The "World's Biggest Air Purifier" Is Appropriately Found In China

Cough cough. Timski/Shutterstock

China is famous for a multitude of reasons, but being one of the smoggiest places on Earth isn’t one it’s exactly proud of. Caused by traffic, indoor heating, construction, and power plant emissions, this country is practically obscured by the smog on occasions, as is much of the country. As a result, millions die prematurely each year there from related cardiovascular or respiratory problems.

In order to stave off these deaths somewhat, and until the authorities reduce its suffocating traffic problem, gigantic air purifiers will have to do. As highlighted by the South China Morning Post, China is so keen on this technology that it’s built what is likely to be the world’s tallest.

It’s 100 meters (328 feet) high, and it can be found in Xian, up in the northern Shaanxi province. Its design is not that energy intensive. Polluted air finds its way into greenhouses at the base, which heat the air up, causing it to rise through a series of filters.

As noted by The Beijinger, the tower was inspired by a 2014 paper by the University of Minnesota, which describes the design – a “solar-assisted large-scale cleaning system.” The Xian tower was built in 2016.


This colossus, which is slightly taller than the Statue of Liberty, was conceived by the Institute of Earth Environment at the Chinese Academy of Sciences, and it’s reportedly already done a good job clearing up the air in the city.

We hope so: Although Beijing gets all the ignominious attention in this regard, Xian is a heavily polluted place to be too, with its toxic particulate levels often way in excess of the World Health Organization’s recommended safety limits.

Treating the air in an area of about 10 square kilometers (3.9 square miles), it produces 10 million cubic metres (353 million cubic feet) of cleaner, less particulate-dense air per day. As a point of comparison, a far smaller tower in Beijing cleans 720,000 cubic meters (25.4 million cubic feet) of air per day, 14 times less than the newly constructed beast of Xian.

To be fair, though, no peer-reviewed data has yet been made available to back up these new claims.

The massive monolith has reportedly already been able to reduce smog to “moderate” levels, which sounds good until you realize that any smog whatsoever is a sign of a crisis yet to be solved.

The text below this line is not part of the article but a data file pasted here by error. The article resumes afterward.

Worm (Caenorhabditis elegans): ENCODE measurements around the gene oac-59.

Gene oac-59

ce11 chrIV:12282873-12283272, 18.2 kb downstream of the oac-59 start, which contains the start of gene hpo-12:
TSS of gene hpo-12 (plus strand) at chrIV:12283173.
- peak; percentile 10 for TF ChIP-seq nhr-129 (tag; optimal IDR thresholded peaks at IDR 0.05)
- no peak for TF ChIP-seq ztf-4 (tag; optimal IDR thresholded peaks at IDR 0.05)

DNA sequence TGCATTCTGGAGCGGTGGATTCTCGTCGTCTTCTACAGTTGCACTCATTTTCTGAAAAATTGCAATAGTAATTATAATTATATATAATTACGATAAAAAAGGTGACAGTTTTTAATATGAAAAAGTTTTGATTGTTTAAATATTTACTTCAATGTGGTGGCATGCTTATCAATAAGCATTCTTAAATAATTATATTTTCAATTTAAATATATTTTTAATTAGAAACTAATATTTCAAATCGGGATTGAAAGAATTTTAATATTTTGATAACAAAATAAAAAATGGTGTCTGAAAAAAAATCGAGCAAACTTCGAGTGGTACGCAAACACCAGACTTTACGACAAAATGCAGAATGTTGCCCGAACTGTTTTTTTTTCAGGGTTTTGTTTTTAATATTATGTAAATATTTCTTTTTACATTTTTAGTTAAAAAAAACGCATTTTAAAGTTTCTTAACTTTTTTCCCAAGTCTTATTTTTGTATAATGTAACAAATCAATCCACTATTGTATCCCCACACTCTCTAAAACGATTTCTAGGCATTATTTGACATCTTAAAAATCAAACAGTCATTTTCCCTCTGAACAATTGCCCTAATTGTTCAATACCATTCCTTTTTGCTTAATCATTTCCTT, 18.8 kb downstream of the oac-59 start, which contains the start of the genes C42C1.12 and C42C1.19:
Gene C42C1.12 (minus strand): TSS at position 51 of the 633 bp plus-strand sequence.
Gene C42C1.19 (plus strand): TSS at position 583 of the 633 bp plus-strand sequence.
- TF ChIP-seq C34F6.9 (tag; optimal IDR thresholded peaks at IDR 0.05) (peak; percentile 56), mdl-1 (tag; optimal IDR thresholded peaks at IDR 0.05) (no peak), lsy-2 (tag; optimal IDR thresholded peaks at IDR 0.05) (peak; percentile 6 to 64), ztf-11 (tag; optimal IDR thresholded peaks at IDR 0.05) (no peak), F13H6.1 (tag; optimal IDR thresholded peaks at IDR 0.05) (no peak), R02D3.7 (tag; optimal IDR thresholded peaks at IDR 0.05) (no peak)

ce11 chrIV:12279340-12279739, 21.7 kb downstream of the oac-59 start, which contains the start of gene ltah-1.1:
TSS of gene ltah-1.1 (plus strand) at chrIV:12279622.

Transportation is a major contributor to air pollution – and climate change, via the generation of petrol. Arguably China’s overarching problem is that it’s still heavily reliant on fossil fuels, particularly coal, whose use generally tracks with the economy.

These aren’t separate issues. Recent studies have revealed that, as you would expect, air pollution and climate change are connected in how they affect each other.

It seems that those famous smogpocalypses that smother Beijing – turning it into a far grimmer version of Bespin’s Cloud City – are made worse by the melting of Arctic ice. This alters atmospheric currents and makes the air over the capital remain stationary and stagnate, which prolongs the length of the smog visitations.

This, as well as appearing benevolent on the international stage as America abdicates responsibility, is why China is now doing something about both.

Fortunately, the country is now building wind, solar, and nuclear power plants at a breakneck pace, and it’s working with US states and Europe to develop new technologies that will ease the transition into a low-carbon world. Tesla may get all of the attention, but lest we forget that plenty of the world’s electric car companies are based in China.

Gigantic air purifiers are great, but they’re a short-term fix, one that helps but ultimately obfuscates the underlying problems.

Shanghai shrouded. Grigvovan/Shutterstock



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